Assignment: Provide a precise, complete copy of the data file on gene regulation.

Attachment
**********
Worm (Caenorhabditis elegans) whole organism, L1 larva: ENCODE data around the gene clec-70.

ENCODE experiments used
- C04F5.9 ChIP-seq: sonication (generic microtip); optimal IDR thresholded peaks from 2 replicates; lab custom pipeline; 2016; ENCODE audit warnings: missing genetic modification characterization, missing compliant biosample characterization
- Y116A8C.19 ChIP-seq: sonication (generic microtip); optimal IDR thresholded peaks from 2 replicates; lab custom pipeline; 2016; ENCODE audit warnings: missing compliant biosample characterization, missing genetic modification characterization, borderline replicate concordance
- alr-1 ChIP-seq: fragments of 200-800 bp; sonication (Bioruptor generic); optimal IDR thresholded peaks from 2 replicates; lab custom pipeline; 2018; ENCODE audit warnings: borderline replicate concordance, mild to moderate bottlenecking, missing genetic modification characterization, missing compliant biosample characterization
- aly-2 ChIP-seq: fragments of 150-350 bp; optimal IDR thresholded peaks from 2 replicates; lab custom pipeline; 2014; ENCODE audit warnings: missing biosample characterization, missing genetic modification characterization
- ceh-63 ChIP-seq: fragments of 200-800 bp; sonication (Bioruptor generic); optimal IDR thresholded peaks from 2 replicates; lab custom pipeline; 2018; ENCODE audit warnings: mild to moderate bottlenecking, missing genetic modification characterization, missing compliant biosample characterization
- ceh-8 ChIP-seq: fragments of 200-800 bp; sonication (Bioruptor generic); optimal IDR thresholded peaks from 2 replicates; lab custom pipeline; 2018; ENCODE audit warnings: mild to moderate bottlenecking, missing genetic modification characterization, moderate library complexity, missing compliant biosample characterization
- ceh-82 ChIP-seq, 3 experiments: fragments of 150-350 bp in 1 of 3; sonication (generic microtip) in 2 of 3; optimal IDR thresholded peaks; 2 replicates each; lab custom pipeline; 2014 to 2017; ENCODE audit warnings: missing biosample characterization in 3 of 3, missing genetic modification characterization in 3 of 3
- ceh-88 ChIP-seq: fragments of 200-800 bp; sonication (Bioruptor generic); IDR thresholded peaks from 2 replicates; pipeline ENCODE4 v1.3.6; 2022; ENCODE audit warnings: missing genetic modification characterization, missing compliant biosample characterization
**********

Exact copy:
Worm (Caenorhabditis elegans) whole organism, L1 larva: ENCODE data around the gene clec-70.

ENCODE experiments used
- C04F5.9 ChIP-seq: sonication (generic microtip); optimal IDR thresholded peaks from 2 replicates; lab custom pipeline; 2016; ENCODE audit warnings: missing genetic modification characterization, missing compliant biosample characterization
- Y116A8C.19 ChIP-seq: sonication (generic microtip); optimal IDR thresholded peaks from 2 replicates; lab custom pipeline; 2016; ENCODE audit warnings: missing compliant biosample characterization, missing genetic modification characterization, borderline replicate concordance
- alr-1 ChIP-seq: fragments of 200-800 bp; sonication (Bioruptor generic); optimal IDR thresholded peaks from 2 replicates; lab custom pipeline; 2018; ENCODE audit warnings: borderline replicate concordance, mild to moderate bottlenecking, missing genetic modification characterization, missing compliant biosample characterization
- aly-2 ChIP-seq: fragments of 150-350 bp; optimal IDR thresholded peaks from 2 replicates; lab custom pipeline; 2014; ENCODE audit warnings: missing biosample characterization, missing genetic modification characterization
- ceh-63 ChIP-seq: fragments of 200-800 bp; sonication (Bioruptor generic); optimal IDR thresholded peaks from 2 replicates; lab custom pipeline; 2018; ENCODE audit warnings: mild to moderate bottlenecking, missing genetic modification characterization, missing compliant biosample characterization
- ceh-8 ChIP-seq: fragments of 200-800 bp; sonication (Bioruptor generic); optimal IDR thresholded peaks from 2 replicates; lab custom pipeline; 2018; ENCODE audit warnings: mild to moderate bottlenecking, missing genetic modification characterization, moderate library complexity, missing compliant biosample characterization
- ceh-82 ChIP-seq, 3 experiments: fragments of 150-350 bp in 1 of 3; sonication (generic microtip) in 2 of 3; optimal IDR thresholded peaks; 2 replicates each; lab custom pipeline; 2014 to 2017; ENCODE audit warnings: missing biosample characterization in 3 of 3, missing genetic modification characterization in 3 of 3
- ceh-88 ChIP-seq: fragments of 200-800 bp; sonication (Bioruptor generic); IDR thresholded peaks from 2 replicates; pipeline ENCODE4 v1.3.6; 2022; ENCODE audit warnings: missing genetic modification characterization, missing compliant biosample characterization